You Can Get an At-Home COVID-19 Test — Here's How

The FDA has issued emergency authorizations for several home test kits. We'll tell you where to buy one.
Updated
COVID-19 home test

With COVID-19 cases on the rise in every state, anxious consumers are looking for an easier way to get reliable test results. The U.S. Food and Drug Administration has stepped in to provide an emergency use authorization, or EUA, for several home testing kits — including a self-administered test that's designed to deliver results in just 30 minutes.

Finding an at-home COVID-19 test can be tricky, so we've assembled a list of FDA-authorized home kits to help you get an answer as quickly as possible.

Your At-Home COVID-19 Test Needs to Be FDA-Authorized

Not all tests are created equal. Unfortunately, scammers have been trying to sell fraudulent coronavirus tests to desperate shoppers. That's why the FDA issues EUAs; you should NOT buy any at-home COVID test that isn't authorized by the FDA.

You should NOT buy any at-home COVID test that isn't authorized by the FDA.

But what is an EUA? According to the FDA, "the FDA Commissioner may allow unapproved medical products or unapproved uses of approved medical products to be used in an emergency to diagnose, treat, or prevent serious or life-threatening diseases or conditions... when there are no adequate, approved, and available alternatives."

Where to Get an At-Home Test for COVID-19

These are the only companies we saw that provide FDA-authorized, at-home COVID-19 test kits right now:

The latest entrant on that list is Lucira Health, which received an EUA for the first fully self-administered at-home COVID-19 test. Thus far, Lucira's prescription test is the only one that provides at-home results, and in 30 minutes no less. But at the time of publication, there was no listed price for this test.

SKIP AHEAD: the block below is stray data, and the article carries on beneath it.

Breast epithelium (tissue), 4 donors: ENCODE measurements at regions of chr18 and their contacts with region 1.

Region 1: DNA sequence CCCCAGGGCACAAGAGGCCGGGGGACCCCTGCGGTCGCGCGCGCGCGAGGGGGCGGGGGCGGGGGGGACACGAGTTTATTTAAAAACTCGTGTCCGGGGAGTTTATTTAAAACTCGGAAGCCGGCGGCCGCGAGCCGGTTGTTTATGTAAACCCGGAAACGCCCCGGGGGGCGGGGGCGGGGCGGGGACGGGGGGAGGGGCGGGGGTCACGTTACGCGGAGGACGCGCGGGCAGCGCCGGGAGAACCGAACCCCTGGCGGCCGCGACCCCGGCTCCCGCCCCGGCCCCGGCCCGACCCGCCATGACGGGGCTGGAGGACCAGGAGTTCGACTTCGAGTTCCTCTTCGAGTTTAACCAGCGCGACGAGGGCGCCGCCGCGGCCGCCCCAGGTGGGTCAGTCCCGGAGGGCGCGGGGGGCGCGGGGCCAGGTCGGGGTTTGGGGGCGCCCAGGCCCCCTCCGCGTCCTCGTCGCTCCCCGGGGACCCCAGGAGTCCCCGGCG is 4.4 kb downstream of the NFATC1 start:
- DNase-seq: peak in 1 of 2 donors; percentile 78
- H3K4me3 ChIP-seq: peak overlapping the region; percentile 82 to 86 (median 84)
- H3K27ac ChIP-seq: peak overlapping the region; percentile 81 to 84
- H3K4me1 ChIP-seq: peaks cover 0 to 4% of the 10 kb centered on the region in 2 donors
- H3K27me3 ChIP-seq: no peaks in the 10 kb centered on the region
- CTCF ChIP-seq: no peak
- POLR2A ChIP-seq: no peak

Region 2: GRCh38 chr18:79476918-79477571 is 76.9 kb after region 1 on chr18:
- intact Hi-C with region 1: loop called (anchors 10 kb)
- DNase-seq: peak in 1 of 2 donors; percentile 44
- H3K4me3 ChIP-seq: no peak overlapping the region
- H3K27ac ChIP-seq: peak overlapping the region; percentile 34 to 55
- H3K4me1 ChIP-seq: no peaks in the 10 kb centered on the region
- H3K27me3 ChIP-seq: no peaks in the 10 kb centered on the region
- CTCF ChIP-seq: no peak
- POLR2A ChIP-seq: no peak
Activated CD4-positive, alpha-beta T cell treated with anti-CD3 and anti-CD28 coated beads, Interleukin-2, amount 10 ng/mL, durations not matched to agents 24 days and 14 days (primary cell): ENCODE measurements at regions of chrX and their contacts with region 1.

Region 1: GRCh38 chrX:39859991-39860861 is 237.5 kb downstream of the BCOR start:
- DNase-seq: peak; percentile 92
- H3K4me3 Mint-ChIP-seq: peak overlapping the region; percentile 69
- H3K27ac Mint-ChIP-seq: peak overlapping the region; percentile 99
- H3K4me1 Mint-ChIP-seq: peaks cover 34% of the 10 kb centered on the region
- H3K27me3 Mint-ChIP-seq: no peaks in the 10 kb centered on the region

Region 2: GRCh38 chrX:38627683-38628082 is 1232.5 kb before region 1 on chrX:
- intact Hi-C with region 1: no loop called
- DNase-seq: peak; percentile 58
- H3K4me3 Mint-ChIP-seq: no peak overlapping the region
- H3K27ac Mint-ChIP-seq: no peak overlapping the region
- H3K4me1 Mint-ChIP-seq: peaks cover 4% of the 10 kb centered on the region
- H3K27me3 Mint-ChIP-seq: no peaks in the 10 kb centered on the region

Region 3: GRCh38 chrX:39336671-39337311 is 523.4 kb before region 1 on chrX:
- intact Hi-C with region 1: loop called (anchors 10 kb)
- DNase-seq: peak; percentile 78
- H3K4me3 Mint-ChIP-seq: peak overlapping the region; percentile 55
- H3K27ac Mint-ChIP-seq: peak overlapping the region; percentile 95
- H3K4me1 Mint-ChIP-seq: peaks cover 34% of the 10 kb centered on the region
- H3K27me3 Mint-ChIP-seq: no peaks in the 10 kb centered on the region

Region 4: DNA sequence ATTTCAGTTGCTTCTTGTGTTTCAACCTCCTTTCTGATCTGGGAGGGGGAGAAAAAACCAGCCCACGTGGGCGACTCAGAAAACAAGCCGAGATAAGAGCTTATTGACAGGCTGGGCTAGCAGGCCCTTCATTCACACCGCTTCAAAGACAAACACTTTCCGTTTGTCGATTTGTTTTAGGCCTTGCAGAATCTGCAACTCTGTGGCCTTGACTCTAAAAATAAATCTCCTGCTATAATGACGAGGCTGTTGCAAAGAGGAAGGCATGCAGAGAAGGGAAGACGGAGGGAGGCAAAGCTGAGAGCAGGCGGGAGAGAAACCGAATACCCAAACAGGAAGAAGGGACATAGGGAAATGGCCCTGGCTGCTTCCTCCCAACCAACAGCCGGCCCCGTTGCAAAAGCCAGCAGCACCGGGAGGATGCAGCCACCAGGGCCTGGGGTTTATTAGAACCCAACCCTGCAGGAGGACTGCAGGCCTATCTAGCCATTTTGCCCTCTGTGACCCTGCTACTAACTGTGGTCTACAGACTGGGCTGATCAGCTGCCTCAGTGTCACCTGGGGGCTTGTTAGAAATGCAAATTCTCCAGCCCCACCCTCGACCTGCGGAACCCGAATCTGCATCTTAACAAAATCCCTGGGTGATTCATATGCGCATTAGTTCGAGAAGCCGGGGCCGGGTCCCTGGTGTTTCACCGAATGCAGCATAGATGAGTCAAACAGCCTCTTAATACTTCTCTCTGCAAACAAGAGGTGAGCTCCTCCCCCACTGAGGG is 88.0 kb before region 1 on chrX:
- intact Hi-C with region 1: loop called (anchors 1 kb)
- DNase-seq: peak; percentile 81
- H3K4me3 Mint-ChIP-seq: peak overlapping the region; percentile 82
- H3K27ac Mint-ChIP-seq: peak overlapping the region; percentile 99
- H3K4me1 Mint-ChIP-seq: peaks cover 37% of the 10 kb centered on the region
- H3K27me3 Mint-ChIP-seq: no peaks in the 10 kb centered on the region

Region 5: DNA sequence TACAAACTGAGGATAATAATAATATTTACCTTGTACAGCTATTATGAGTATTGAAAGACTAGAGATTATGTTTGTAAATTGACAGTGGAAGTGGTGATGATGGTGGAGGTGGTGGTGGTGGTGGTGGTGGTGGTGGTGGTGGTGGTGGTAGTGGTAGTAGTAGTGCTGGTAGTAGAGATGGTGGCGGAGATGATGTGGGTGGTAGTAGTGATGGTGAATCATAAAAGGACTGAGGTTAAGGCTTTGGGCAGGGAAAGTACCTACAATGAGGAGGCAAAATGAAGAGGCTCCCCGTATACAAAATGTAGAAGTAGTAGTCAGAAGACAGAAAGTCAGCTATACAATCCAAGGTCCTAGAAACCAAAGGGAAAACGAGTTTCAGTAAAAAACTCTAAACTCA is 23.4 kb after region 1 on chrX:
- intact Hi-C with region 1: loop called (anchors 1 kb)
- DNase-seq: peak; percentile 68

SEE ALSO: Top Coronavirus Prevention Tips for Shoppers

All other coronavirus home tests require you to send a specimen to a lab and wait for results. Unless you order the test from Pixel by LabCorp — which can bill your insurance — you can expect to pay out of pocket for your test. Prices range from $75 to $150, but they've been trending downward. For example, Vault's COVID-19 at-home test formerly had a $150 price tag, but the cost is now $119.

The list of places that offer at-home tests is growing, too. For instance, American Airlines is stepping up and offering LetsGetChecked at-home testing kits to customers traveling to any U.S. city with travel restrictions implemented. The kits don't come cheap, though — travelers will still have to pay $129 on top of their ticket price and other fees spent for making the trip.

If you aren't traveling but still want to try an at-home test, the good news is big box stores are also offering them now. Walmart and Sam's Club are both selling kits online. They vary in price from $99 to $135, based on the collection method as well as the delivery speed.

Readers, have you tried an at-home COVID-19 test? Share your experiences in the comments below!


Senior Blog Editor

Michael adds the finishing touches to most of the Blog articles you'll see on DealNews. His work has appeared on sites like Lifehacker, the Huffington Post, and MSN Money. See him rant about video games by following him on Twitter @ThatBonebright.
DealNews may be compensated by companies mentioned in this article. Please note that, although prices sometimes fluctuate or expire unexpectedly, all products and deals mentioned in this feature were available at the lowest total price we could find at the time of publication (unless otherwise specified).
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3 comments
JeffreyW75
What about at-home antibody tests, for people wanting to see if they may have had the virus in the past?
arosemena
They all sean very expensive.
BababooeyFafafefi
Nice job putting this together. Pixel that bills insurance is probably the best deal for anyone who has coverage.